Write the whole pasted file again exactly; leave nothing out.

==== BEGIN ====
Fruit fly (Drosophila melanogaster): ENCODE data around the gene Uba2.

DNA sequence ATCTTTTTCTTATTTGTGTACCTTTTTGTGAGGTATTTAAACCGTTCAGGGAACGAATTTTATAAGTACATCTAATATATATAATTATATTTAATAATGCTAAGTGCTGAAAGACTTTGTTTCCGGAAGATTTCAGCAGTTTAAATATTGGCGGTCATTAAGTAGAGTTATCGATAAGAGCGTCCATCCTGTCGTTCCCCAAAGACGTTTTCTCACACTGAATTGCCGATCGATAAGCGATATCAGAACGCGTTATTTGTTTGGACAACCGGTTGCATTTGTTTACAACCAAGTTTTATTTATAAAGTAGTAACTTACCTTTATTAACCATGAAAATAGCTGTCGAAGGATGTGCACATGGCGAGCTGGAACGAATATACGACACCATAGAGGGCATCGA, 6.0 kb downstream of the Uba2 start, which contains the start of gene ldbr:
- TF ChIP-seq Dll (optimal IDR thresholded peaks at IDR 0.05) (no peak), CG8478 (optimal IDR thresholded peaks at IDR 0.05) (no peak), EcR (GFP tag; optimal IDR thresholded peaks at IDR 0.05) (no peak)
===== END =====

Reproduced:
Fruit fly (Drosophila melanogaster): ENCODE data around the gene Uba2.

DNA sequence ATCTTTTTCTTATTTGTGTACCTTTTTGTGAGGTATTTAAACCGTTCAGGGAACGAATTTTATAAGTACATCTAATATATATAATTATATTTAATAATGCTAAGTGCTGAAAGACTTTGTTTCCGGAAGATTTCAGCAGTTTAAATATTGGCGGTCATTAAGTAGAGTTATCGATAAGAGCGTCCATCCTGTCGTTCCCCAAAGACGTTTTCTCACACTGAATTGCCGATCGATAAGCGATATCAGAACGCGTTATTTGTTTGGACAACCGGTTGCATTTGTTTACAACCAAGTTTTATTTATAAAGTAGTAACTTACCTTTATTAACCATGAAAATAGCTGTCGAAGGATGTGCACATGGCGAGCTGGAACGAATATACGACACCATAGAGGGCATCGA, 6.0 kb downstream of the Uba2 start, which contains the start of gene ldbr:
- TF ChIP-seq Dll (optimal IDR thresholded peaks at IDR 0.05) (no peak), CG8478 (optimal IDR thresholded peaks at IDR 0.05) (no peak), EcR (GFP tag; optimal IDR thresholded peaks at IDR 0.05) (no peak)